Note that most of the cells in the intense patch near the canal entrance were slightly larger, darker and more granular than typical vegetative cells suggesting that the population is now producing a significant number of planozygotes. On Friday June 20, we transited back through that area to redeploy a mooring on southern Stellwagen Bank. As we crossed the area, several samples were collected in Buzzard's Bay to determine if the population was transported through to the west side of the Canal. Less than 20 cells/L were observed at 3 stations in Buzzards Bay. Furthermore, low numbers (<50 cells/L) were also observed on the east side of the canal - the high population observed just offshore of the east entrance to the canal earlier in the week was not found there later in the week. Either that population was below the 1m sampling depth or had been transported out of that area or may have even produced cysts given the observation of planozygotes.
Note also that we cannot provide near real time Alexandrium data at depth, but as the bloom seasonally progresses, we often observe the maximum cell concentration deeper in the water column. At our mooring station on southern Stellwagen Bank, we counted samples at both the surface and 20m depth; the surface concentration was 23 cells/L, while the concentration at 20m was 233 cells/L. This observation indicates that the surface concentrations reported here may be underestimates of the population in the area at this time.
Thanks again to the science party (stalwart Kerry Norton and two summer students in the Anderson lab, Rob Arnold and Shayla Faizan) and the excellent crew of the R/V Tioga.
We're out on the R/V Endeavor sampling near Nantucket Shoals and on Georges Bank later this week and into early July, but plan to add days to the sampling schedule for one more survey in Mass Bay on the R/V Tioga when we return (now scheduled for July 8-10th).
Bruce Keafer, Chief Scientist
Upon completion of the western Gulf of Maine (GOM) survey, we turned our attention to Georges Bank and southern New England (see map).
Surface underway counts across the gulf in between the two regions yielded mostly zeros, as did most of the cross-bank section on the northeast peak of Georges Bank. The remainder of the bank was almost completely covered by cell concentrations ranging from a few hundreds to a few thousands of cells l-1. Concentrations on the central part of the crest were generally lower than the surrounding waters, with cell counts of ca. 200 cells l-1 or less. Highest concentrations were observed on the southern and southwestern parts of the bank, with the peak concentration reaching 3626 cells l-1. Surprisingly, cell concentrations in excess of 1000 cells l-1 extended all the way out to the shelf break in some cases. A set of six stations offshore of the 300m isobath were occupied in an attempt to delimit the southern extent of the bloom; even these showed cell counts of several hundred to nearly 1000 cells l-1.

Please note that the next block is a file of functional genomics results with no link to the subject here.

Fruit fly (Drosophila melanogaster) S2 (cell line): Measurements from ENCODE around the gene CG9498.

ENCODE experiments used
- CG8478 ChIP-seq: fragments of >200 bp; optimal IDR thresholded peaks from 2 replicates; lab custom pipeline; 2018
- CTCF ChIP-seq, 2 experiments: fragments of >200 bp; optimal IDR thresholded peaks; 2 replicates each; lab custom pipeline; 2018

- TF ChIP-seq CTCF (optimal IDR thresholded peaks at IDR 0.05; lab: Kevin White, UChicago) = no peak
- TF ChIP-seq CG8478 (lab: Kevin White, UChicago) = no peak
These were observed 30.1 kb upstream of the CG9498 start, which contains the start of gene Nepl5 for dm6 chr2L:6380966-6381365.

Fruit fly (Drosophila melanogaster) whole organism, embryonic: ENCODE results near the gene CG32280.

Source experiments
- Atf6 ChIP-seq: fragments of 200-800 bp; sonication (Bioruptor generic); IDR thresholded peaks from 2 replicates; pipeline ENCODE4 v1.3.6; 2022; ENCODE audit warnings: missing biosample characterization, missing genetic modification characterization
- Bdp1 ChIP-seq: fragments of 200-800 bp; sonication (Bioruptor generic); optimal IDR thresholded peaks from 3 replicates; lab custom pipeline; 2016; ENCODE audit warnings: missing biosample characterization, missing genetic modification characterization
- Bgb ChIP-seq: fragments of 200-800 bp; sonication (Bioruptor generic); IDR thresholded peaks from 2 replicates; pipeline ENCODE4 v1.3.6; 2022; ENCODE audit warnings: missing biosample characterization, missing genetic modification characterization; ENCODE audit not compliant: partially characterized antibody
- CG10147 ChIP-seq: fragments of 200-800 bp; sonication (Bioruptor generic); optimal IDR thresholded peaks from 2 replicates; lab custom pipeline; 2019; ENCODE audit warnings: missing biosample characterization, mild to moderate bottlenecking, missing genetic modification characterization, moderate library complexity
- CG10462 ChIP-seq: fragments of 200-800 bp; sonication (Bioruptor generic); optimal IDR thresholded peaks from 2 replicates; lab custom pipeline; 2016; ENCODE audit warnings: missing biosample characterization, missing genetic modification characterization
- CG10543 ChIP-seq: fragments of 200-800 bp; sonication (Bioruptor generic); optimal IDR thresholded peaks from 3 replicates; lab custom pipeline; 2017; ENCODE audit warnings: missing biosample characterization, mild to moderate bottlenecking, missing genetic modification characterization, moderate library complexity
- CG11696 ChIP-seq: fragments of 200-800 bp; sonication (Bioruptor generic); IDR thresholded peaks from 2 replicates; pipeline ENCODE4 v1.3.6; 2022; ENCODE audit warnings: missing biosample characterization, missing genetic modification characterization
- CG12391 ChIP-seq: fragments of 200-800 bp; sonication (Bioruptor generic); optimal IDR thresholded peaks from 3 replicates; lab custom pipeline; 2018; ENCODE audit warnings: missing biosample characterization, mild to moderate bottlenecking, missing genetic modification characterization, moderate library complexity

The Georges Bank survey was integrated into the WGOM survey through additional stations east of Cape Cod occupied by the Center for Coastal Studies, in addition to two sections across the Great South Channel occupied by Oceanus. A tongue of several hundred cells per liter extends down the back side of Cape Cod, into the Great South Channel, and appears contiguous with the mass of thousands of cells l-1 on the southwestern part of Georges Bank.
Transects on the continental shelf of southern New England suggest the Georges Bank population is being swept westward by the prevailing flow. The Nantucket Shoals line was populated by several hundred to nearly 1000 cells l-1. Cell counts diminished considerably on the Martha's Vineyard line, with only the most offshore station exceeding the 100 cell l-1 mark.
We will make port in Woods Hole at ca. 0830 Wednesday. I'd like to sign off with a hearty thanks to the science party and ship's crew of OC447, all those involved in the collection and processing of cell counts in the Center for Coastal Studies transects and the MWRA/Battelle survey of Mass Bay. We also greatly appreciate the toxicity status reports provided by resource managers through the Northeast PSP listserver. That information certainly influenced our sampling plan, and is a good reminder of why we are all out here.
Dennis McGillicuddy, Chief Scientist
A map of surface live counts from Oceanus (OC447) is shown on the right. The Alexandrium bloom in the western Gulf of Maine is in full swing.